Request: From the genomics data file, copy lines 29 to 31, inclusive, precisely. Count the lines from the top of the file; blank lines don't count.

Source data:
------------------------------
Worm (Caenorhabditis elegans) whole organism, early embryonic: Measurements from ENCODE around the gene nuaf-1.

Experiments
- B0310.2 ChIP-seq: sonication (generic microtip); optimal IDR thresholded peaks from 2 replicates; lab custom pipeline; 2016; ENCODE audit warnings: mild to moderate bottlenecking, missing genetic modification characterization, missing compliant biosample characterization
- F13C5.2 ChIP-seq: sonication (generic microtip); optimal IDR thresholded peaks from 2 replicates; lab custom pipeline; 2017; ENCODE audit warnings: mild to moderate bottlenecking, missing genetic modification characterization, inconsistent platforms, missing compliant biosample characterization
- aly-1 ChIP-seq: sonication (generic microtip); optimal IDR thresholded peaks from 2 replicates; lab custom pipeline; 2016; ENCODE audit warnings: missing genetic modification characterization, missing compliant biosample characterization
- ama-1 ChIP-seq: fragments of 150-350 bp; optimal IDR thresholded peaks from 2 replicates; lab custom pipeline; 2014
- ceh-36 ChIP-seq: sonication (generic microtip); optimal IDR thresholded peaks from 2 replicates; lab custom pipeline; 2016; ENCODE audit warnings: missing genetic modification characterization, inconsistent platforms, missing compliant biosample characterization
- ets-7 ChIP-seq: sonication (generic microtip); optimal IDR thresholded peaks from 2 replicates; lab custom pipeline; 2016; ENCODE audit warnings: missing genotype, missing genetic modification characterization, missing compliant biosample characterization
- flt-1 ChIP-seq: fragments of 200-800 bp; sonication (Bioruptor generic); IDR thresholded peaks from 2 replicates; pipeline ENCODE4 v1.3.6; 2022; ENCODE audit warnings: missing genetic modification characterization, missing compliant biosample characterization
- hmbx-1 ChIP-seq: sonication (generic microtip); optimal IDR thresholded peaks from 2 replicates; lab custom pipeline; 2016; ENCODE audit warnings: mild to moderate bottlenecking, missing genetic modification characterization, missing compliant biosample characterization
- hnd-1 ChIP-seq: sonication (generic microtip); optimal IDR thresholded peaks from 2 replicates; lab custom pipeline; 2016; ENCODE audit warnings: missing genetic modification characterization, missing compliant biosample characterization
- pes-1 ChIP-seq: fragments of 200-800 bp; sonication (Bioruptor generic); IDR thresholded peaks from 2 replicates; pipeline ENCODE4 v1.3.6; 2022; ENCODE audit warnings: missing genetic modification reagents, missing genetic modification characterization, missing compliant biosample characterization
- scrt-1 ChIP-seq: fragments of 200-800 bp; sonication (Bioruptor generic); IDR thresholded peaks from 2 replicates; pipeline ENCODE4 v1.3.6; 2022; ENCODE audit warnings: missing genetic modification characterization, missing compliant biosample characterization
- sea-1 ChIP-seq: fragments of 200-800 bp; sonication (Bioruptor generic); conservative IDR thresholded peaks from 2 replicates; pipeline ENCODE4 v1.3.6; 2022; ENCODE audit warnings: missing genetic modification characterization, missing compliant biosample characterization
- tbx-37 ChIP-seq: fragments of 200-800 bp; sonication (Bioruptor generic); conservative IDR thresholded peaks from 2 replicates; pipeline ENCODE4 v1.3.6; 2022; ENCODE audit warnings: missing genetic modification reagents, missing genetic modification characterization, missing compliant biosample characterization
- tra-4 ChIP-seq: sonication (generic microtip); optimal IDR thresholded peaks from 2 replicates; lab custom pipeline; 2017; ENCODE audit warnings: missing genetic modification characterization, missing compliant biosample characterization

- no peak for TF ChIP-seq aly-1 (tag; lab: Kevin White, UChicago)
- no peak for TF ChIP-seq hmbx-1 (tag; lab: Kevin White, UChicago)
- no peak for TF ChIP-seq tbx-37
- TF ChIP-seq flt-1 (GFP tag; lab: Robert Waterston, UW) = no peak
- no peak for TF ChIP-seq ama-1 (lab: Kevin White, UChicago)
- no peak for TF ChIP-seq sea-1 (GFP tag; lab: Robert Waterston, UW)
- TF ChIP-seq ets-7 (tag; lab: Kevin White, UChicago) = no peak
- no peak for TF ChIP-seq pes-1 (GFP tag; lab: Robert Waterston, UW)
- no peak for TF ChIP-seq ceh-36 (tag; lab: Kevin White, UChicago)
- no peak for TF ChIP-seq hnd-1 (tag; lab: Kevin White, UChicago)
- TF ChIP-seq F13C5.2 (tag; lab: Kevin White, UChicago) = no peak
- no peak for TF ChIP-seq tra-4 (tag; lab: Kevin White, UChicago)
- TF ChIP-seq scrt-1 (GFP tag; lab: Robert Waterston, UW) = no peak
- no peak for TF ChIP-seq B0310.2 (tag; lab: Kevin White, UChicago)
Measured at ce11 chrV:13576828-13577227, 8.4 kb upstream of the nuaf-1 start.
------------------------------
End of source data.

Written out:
- TF ChIP-seq scrt-1 (GFP tag; lab: Robert Waterston, UW) = no peak
- no peak for TF ChIP-seq B0310.2 (tag; lab: Kevin White, UChicago)
Measured at ce11 chrV:13576828-13577227, 8.4 kb upstream of the nuaf-1 start.